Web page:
Updated: Jul 20, 2018
This week I made a hasty trip to Delaware to see my mom. She had another fall last weekend and I was worried about her. She is 94.5 and I know our time is precious. As it turns out she was okay and she is feeling better. One night in the hospital while we were waiting for test results we talked in the quiet of the evening.
She started to reminisce about the first church she and Dad served in Westchester, New York. One particular story came to mind of an evening Bible study in the parsonage. One of the members was very pregnant and started to go into labor that night. My parents noticed that it was time to wrap up the lesson so this lady could get to the hospital, but not everyone was aware so some people peppered my father with questions about the passage while others tried to figure out how to wrap things up. So the conversation continued as this 1950’s crowd found the subject to delicate to mention, but also recognized that this woman and her husband needed to make their exit. I had heard the story before but Mom laughed as though she was back there again in that living room. Her obvious enjoyment and savoring of the details made me think of this story, like a gem she holds in her pocket of memories, a gem she polishes with each re-telling.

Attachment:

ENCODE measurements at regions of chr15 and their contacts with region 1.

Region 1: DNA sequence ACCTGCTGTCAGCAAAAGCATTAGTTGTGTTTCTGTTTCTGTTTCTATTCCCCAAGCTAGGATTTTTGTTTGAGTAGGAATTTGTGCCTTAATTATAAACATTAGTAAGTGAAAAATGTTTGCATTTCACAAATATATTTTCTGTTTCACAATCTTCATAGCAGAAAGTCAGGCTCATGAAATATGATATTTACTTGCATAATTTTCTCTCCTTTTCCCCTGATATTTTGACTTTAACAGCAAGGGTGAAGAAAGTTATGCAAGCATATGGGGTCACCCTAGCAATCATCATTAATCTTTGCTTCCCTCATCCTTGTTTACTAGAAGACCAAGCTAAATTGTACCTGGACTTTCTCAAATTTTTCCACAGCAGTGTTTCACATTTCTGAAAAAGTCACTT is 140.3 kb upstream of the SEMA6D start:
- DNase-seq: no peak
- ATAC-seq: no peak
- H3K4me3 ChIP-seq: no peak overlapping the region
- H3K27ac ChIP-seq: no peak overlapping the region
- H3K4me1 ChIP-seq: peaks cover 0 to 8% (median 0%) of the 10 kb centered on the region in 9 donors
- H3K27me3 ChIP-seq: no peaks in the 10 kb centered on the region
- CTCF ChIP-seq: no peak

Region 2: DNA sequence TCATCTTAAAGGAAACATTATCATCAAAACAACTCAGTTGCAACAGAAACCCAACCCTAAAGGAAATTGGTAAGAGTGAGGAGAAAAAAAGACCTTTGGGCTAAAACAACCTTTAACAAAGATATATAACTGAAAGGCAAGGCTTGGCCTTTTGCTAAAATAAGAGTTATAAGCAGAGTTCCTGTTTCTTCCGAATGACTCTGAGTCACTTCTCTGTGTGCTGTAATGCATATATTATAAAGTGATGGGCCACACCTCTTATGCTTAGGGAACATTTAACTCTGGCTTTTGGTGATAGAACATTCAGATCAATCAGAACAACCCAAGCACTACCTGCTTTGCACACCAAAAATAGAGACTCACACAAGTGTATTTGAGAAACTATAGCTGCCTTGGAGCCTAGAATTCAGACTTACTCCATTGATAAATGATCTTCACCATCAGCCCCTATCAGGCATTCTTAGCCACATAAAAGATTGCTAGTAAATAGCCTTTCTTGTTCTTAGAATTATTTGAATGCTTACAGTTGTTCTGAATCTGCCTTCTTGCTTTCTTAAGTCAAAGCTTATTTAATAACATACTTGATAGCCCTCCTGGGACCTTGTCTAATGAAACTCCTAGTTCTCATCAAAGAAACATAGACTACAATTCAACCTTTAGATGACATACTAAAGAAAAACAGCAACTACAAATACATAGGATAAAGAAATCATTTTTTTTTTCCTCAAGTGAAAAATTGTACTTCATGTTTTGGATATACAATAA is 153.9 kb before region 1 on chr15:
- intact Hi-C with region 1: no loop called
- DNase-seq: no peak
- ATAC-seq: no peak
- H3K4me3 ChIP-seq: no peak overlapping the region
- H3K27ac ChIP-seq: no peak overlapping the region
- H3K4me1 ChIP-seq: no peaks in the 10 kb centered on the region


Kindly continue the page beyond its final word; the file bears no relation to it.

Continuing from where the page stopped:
Stories are like that. They embrace a bigger world than their facts, and sometimes the facts wobble a little but that does not dim our appreciation and joy hearing them. Sometimes the people who read the Bible get all hung up on whether it is “true” or not. Some of our fundamentalist brothers and sisters need to believe that scripture is literal. When Bible stories stretch credibility they will tell you that it is a test of your faith, so you better believe them. Sadly, this approach has not helped many modern people understand the Bible’s beauty.
What I love about the Bible is that it is full of great stories, stones we polish and re-examine and enjoy. It could not matter less to me whether we can verify that the Red Sea parted exactly. I know that the Hebrew slaves were freed, and that somehow they found a route on dry land through a part of the sea marsh that then flooded again when Pharaoh’s troops arrived. I know the people experience this deliverance as nothing less than a miracle.
I know Margie Hall had a baby boy in 1955 and he is a minister today. He will tell you he was almost born in a Bible study class all those years ago. I know God is real, and God is with us whenever we can laugh together and share a story even in a hospital room where we don’t have too many answers, but we have stories that bring us home to holy ground.
My fellow pilgrims - many blessings